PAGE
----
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Why Temperature Mapping is a Vital Tool in Healthcare and Microbiology

Temperature mapping is a vital tool for the healthcare, scientific research and pharmaceutical sectors. It ensures that medicines and research samples are being stored at their correct temperatures, protecting patients as well as ensuring scientific research is reliable.

Arena Instrumentation operate a UKAS-accredited calibration laboratory in accordance with the requirements of ISO 17025 and can ensure that all fridges, freezers and temperature-sensitive environments are operating safely and within their required range.

Here we look at how mapping works, what the potential risks are if it is not carried out and how our own temperature mapping services ensure that a wide range of fridges, freezers and other equipment always keep samples and products at the correct temperature.

How Does Temperature Mapping Work?

Sensors, known as data loggers, are installed in strategic places throughout the fridge or unit and the temperature is then monitored over a set period of time. This is usually for 24 hours, but it can be for longer.  There should also be maximum logging intervals (the time at which the readings are taken). This should show up the presence of any ‘hot spots’ in the unit as well as any other variations which could be caused by staff opening and closing the door, power cuts or fan failures.

Temperature mapping should be carried out after any new installations, repair work or as part of a regular scheduled maintenance and monitoring programme.

 

The Risks of Not Storing Items at the Correct Temperature

An underperforming fridge is a detriment to performance, results and analysis. Medical products may not work correctly as the nature of the chemicals they contain may be altered if they aren’t stored at the right temperature.  If there is a ‘use-by’ date on any of the medicines then this can no longer be relied upon if it’s been stored in a faulty fridge or freezer.

Problems are not just restricted to the medical world. Research which relies on items being kept at specific temperatures won’t be validated by the scientific community, and samples used in experiments could become unusable. The risks also apply to transportation and storage after the item is taken from the lab or manufacturing plant to the warehouse.

 

UKAS Accreditation for Temperature Mapping

Laboratories need to comply with a number of specific areas to meet the requirements of ISO 17025 and so gain their UKAS accreditation. These include:

  • The qualifications, training and experience of the staff
  • The right equipment, properly calibrated and maintained (this includes the data loggers themselves).
  • Quality assurance procedures
  • Sampling practices and testing procedures
  • Traceability of measurements to national standards
  • Accurate recording and reporting procedures
  • Suitable testing facilities.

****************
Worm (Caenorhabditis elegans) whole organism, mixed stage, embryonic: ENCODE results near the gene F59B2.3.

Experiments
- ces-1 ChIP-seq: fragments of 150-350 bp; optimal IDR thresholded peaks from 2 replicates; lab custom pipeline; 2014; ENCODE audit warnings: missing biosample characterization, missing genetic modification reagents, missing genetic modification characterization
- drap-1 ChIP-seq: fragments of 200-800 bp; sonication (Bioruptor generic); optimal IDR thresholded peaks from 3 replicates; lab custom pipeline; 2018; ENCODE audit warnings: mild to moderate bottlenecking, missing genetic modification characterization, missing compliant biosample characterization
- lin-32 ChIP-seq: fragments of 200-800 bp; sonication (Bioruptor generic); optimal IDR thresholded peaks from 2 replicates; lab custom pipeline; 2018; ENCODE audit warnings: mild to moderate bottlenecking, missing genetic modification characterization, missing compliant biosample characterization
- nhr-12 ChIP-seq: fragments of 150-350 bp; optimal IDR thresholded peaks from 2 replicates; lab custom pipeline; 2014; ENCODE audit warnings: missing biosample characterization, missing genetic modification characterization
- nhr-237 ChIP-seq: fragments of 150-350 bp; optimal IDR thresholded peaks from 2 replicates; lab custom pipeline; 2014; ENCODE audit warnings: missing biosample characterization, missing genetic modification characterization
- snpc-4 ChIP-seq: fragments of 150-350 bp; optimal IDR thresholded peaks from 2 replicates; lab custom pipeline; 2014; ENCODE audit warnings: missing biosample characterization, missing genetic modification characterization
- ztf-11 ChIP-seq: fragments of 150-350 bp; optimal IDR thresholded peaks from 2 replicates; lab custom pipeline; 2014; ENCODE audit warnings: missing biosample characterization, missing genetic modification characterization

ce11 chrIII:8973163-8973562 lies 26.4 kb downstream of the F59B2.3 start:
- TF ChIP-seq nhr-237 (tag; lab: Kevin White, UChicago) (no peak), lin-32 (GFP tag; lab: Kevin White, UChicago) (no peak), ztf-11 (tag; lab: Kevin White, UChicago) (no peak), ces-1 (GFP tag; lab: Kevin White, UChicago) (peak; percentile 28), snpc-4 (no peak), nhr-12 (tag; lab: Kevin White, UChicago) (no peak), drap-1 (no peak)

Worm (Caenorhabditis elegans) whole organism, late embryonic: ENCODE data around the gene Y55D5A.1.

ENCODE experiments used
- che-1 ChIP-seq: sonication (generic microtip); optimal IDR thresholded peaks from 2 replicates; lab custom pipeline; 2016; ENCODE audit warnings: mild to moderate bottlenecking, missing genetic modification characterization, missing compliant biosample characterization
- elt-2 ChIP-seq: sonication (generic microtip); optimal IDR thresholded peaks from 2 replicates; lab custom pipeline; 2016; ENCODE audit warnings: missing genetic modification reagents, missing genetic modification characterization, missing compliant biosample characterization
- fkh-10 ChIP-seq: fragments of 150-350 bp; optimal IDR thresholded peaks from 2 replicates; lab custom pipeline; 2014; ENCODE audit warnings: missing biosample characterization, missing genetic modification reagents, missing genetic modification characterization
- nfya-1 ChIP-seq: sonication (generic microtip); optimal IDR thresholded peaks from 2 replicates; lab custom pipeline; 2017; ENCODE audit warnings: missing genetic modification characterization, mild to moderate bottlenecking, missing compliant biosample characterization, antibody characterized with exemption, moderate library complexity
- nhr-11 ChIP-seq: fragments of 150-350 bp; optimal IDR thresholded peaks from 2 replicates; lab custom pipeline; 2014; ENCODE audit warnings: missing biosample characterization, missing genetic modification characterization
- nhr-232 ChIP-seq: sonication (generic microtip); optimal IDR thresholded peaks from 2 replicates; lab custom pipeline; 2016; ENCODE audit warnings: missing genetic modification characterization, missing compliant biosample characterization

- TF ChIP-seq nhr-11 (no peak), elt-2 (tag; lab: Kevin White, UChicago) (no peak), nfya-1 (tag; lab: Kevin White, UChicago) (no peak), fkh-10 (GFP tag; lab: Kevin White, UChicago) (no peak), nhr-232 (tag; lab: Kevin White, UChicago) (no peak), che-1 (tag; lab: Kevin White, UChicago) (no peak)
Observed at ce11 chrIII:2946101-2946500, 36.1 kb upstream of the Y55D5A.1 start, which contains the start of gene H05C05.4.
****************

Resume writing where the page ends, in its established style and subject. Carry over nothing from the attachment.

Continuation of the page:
Some labs must have their equipment or environment temperature mapped by a UKAS-accredited lab because their governing body requires it; this includes the Human Tissue Authority, which regulates organ donation and transplants, and the Medicine and Healthcare Products Regulatory Agency (MHRA), which checks that medicines and medical equipment work and are acceptably safe.

Blood, and anything which is injected into people’s bodies, must also be stored in fridges which have been temperature mapped in line with UKAS’s temperature mapping requirements. Blood fridges especially must operate within narrow temperature ranges as blood products have a very short shelf-life if they aren’t effectively preserved.

However, microbiological fridges which store bacteria, viruses, fungi, algae and other microscopic organisms are not subject to such stringent rules. The Good Distribution Practice Guidelines, a Europe-wide code of standards aimed at ensuring the quality of a medicine is maintained throughout its distribution network, merely states that temperature mapping should take place, but not how this should be done (or who by).

The MHRA states that during their inspections of labs with microbiological fridges “it has become clear that some companies are unclear as to what is expected of them to comply with this requirement in the GDP Guidelines. This seems particularly apparent with new applicants and those companies with small storage areas, possibly a few shelves or small refrigerators.”

So, increasing numbers of microbiological fridges are being mapped in line with UKAS’s requirements as a way of ensuring that all samples are stored at the correct temperature. Microbiological samples, like medical products, can also easily lose their integrity if the temperature they are kept at varies, or if they are subjected to any type of ‘freeze-thaw’ process.

 

Temperature Mapping Services from Arena Instrumentation

Arena Instrumentation have many years of experience in offering temperature mapping services to the healthcare, pharmaceutical and scientific research sectors.

We have worked with over 80 NHS hospitals across the UK, supporting various departments including pathology labs, blood banks, pharmacies and mortuaries. As well as fridges and freezers, we also can check incubators, water baths, plasma thawers, stability cabinets and environmental testing chambers.

Our mapping takes place over 24, 48 or 72 hours, depending on the environment and our clients’ needs. Our maximum logging intervals are five minutes.

If you would like to know more about our services, follow this link.  You can also call us on 0151 355 1314.